A Beginner’s Guide to Private Equity Investing

The amount of individuals looking to get involved with investments has skyrocketed this past year as the U.S government and Federal Reserve have instilled confidence in the markets. According to research from the PEW Research Center, over half of American households have some money invested in the stock market.

Private equity investing, however, is a different story. Up until recently, private equity investing has been chiefly reserved for those who can afford it with high entry barriers.

If you are interested in investing in private equity, keep reading this investing guide to learn more about the excellent business opportunity and how to get started today.

What is Private Equity Investing?

Instead of investing in public companies such as Apple or Tesla, investors will sometimes invest in companies that are not publicly listed. Just as you would when investing in public companies, you trade funding for a part ownership stake in the company.

These businesses are often newer companies and can be considered riskier as they have yet to establish themselves in their respective markets. Although investors can take on more risk when investing in private equity, the reward is also higher, giving them the potential to generate higher returns on their investment.

According to a pension study from the American Investment Council, private equity has been outperforming public markets in public pension fund returns. The study noted that private equity investments managed an average return of 10.2 percent. In comparison, public equity only generated 8.5 percent in returns during the same period.

Private equity investing has been reserved for wealthy individuals throughout history that can afford to contribute a significant amount of money. This often amounts to millions or at least hundreds of thousands of dollars.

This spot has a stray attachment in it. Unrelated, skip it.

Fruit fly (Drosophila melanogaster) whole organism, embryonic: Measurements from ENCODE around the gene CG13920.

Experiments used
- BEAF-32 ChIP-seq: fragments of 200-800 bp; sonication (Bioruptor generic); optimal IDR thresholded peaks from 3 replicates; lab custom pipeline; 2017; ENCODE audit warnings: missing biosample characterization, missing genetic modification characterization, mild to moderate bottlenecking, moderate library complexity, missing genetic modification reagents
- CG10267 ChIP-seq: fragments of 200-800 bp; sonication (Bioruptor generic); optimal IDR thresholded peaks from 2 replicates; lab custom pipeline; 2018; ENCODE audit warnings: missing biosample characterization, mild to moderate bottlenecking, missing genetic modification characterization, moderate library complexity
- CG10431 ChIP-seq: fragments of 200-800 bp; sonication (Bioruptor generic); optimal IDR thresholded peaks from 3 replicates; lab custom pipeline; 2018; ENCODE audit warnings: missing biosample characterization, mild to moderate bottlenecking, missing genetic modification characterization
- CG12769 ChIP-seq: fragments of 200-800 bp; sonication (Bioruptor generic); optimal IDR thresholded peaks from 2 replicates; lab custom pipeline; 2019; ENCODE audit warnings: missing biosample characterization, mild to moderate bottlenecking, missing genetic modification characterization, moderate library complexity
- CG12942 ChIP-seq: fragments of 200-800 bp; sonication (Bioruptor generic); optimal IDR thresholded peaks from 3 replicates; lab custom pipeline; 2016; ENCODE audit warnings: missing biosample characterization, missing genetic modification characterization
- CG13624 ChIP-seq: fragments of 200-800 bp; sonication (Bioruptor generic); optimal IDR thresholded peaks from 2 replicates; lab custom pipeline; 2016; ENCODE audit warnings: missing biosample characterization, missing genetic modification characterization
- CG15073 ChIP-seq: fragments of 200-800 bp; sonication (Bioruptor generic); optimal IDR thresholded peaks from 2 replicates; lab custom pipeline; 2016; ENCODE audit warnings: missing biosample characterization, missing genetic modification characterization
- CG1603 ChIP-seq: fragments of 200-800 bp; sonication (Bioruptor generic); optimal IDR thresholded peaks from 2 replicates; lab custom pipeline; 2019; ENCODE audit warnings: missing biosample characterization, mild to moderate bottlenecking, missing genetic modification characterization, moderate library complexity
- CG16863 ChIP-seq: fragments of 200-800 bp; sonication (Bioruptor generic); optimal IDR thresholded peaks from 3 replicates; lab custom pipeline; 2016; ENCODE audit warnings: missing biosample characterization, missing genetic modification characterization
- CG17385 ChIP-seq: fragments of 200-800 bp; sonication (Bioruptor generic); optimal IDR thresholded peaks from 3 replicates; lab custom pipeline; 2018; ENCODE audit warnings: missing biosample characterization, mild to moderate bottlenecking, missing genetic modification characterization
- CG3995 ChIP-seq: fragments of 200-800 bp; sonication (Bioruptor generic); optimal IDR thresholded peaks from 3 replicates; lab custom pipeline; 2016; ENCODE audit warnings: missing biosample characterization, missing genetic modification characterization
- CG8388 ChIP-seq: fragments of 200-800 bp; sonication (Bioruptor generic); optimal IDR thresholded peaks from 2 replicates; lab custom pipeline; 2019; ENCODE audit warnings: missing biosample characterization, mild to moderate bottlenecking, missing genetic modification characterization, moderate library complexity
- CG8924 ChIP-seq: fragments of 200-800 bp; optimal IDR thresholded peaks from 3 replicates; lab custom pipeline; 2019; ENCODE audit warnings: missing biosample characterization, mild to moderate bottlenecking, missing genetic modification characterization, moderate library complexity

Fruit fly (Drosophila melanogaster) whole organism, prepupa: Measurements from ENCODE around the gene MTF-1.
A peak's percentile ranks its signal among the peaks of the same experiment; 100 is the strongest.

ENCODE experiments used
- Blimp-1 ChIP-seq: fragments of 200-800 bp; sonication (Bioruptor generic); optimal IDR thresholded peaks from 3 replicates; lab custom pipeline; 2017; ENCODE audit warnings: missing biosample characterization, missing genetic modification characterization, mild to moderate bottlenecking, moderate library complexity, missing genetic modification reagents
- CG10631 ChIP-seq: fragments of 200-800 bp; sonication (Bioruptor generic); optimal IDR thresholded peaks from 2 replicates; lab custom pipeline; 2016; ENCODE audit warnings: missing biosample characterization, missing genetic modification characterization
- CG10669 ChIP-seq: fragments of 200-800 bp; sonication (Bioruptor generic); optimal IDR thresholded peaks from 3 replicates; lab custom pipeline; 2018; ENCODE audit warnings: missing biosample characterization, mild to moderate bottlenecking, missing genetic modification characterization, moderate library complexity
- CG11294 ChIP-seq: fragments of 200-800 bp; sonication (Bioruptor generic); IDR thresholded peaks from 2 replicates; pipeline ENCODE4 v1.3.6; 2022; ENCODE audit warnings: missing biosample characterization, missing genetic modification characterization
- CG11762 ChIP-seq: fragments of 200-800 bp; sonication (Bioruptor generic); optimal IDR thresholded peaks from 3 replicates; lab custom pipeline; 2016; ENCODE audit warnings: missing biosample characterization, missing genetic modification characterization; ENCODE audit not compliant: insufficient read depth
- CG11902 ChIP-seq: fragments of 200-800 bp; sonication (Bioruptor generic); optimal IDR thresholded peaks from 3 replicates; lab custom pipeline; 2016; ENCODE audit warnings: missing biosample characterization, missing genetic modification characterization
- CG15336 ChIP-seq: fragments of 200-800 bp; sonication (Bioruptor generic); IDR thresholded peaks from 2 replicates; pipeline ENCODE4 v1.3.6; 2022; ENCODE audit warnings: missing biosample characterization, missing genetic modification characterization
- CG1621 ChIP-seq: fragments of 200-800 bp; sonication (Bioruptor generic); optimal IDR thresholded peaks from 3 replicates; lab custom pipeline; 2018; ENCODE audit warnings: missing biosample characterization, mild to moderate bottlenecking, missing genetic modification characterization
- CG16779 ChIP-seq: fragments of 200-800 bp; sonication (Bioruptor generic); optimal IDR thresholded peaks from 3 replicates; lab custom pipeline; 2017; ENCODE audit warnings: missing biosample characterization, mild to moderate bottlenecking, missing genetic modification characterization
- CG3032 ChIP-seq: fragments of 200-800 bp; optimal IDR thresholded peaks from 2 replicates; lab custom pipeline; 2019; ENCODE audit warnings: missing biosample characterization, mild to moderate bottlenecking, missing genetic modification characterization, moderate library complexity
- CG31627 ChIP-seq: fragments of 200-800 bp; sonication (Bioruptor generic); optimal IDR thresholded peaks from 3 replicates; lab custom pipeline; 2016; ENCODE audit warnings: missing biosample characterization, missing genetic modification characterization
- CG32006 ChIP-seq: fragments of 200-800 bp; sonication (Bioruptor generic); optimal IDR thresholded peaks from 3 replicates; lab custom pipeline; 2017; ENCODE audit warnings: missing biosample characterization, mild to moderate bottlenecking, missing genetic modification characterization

However, this trend has shifted lately as new private equity opportunities have emerged. The result is new ways of investing in businesses for individuals that don’t necessarily have millions to contribute.

Advantages and Disadvantages

Investing in private equity can prove to be an outstanding way to generate returns. Keep in mind though it does have certain disadvantages to be aware of.


One of the most significant advantages of investing in private equity is its ability to grow relatively quickly. Often private equity will go towards smaller companies that have the ability to jumpstart operations.

Private equity investors also receive the benefit of being a part of a company at the ground level. Getting in at the ground level gives investors the potential to experience the company grow into something extraordinary.

Investing in private companies gives you the ability to diversify your holdings and protect your account from market downturns.


When you invest in private equity, you will have to treat it as a long-term investment opportunity in most instances. It’s not always easy to liquidate your position. Investments in private equity can take years for the initial investment to generate a return, unlike when selling an asset such as stock, where you can initiate the trade. It is executed the same day, sometimes within seconds.